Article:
Communication in a Long-Distance Relationship



My husband and I are currently in the midst of a season of work-inflicted separation. His professional travel will keep him away from home for about five months, though we will be able to communicate and visit each other periodically during that time.

These circumstances, though frequent, are never ideal. And they are certainly not easy. The distance and separation have challenged our methods and means of communication and have stretched our hearts’ capacity to desire union with one another.

Communication is key in any relationship. Honest dialogue serves as a building block to any kind of intimacy: spiritual, physical, intellectual, creative, or emotional. Though if you and someone you love are in a long-distance relationship, effective communication is the primary building block to maintaining and building a foundation of trust, honesty, intimacy, and unity.

Successful communication requires honest reflection, both of the circumstances and of your heart’s desire. If you and your partner—whether in a dating, engaged, or married relationship—are in a season of separation, I encourage you to be intentional about planning your communication in a proactive way.

The logistics of current circumstances must be taken into account. First, determining the best time of day to communicate is vital; considerations for conflicting schedules or time changes are significant variables. Second, discuss the best method for communication: an online messaging provider (such as Facebook messenger), text messages, phone calls, or emails each offer various benefits and obstacles. Each method can be an intentional means to a specific, desired end.

For example, for a quick check in, online messengers are simple and efficient. Oftentimes, the response rate is rapid. In contrast, an email platform offers greater length and depth for sharing, though the wait time between responses is generally slower.

Beyond the logistics of the situation, both parties must be honest about their personal needs for communication over time and distance.

In many ways, men and women differ in their need for communication. Where women generally engage in conversation as a means to build emotional intimacy, men often engage in conversation to accomplish a productive end. Being realistic about your partner’s predisposition to communication will create an environment for trust, collaboration and fruitful compromise.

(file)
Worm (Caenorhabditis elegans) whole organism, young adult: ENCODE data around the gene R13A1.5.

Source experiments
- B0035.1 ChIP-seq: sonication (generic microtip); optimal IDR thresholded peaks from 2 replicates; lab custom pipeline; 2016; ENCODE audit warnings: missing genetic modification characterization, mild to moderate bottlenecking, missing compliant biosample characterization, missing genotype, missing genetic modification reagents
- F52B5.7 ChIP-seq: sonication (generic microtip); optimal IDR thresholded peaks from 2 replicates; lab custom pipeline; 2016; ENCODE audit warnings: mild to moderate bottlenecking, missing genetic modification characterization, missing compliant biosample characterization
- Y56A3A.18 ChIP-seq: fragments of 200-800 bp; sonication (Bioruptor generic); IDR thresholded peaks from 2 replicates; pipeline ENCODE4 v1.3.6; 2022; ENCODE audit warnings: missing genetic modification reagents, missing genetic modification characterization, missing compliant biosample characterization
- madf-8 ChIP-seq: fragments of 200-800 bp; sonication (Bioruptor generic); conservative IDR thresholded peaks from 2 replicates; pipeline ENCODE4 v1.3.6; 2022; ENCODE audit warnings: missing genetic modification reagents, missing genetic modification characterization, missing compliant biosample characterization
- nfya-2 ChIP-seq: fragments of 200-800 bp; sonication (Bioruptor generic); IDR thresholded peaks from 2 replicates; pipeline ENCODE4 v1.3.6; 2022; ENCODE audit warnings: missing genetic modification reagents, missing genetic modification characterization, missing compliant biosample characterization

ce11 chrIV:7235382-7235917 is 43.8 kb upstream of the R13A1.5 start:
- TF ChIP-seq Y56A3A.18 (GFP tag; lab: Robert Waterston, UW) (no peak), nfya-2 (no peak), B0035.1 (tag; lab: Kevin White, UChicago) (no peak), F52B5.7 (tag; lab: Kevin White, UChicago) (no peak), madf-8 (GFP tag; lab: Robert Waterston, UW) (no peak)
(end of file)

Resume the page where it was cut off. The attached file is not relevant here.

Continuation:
Differences in communication are also specific to each individual’s mind and heart. In order for both individuals to be satisfied, each must introspectively recognize their needs, then clearly admit what they desire.

For example, my husband is content with a brief message to check-in, confirm we are alive, and to catch up on the generic happenings of the day. Meanwhile, I desire a thorough email thread to share the intimate thoughts and reactions of what happened over the previous days.

Neither of our preferences are inherently “good” or “bad,” but they are drastically different. Sharing a dialogue about how we are willing and able to compromise has enhanced our long-distance communication with greater understanding, peace, and intimacy—though our journey to creating long-distance intimacy is ongoing.

In authentic, loving relationships, both individuals are called to surrender some of their own desires for the fulfillment of the other’s needs. This kind of daily dying-to-self for the good of another has the potential to eliminate frustration or fear and enhance intimacy and love in a relationship. What are your needs for communication in relationship? If they differ from your partner, where are you willing to collaborate to achieve a greater good?

Have you ever experienced challenges or success in building intimacy through communication in a long-distance relationship? Please share your experiences, advice, and questions with our Spoken Bride community on Facebook or Instagram.

About the Author: Stephanie Fries is Spoken Bride’s Associate Editor. Stephanie’s perfect day would include a slow morning and quality time with her husband, Geoff, a strong cup of coffee, and a homemade meal (…with dessert). Read more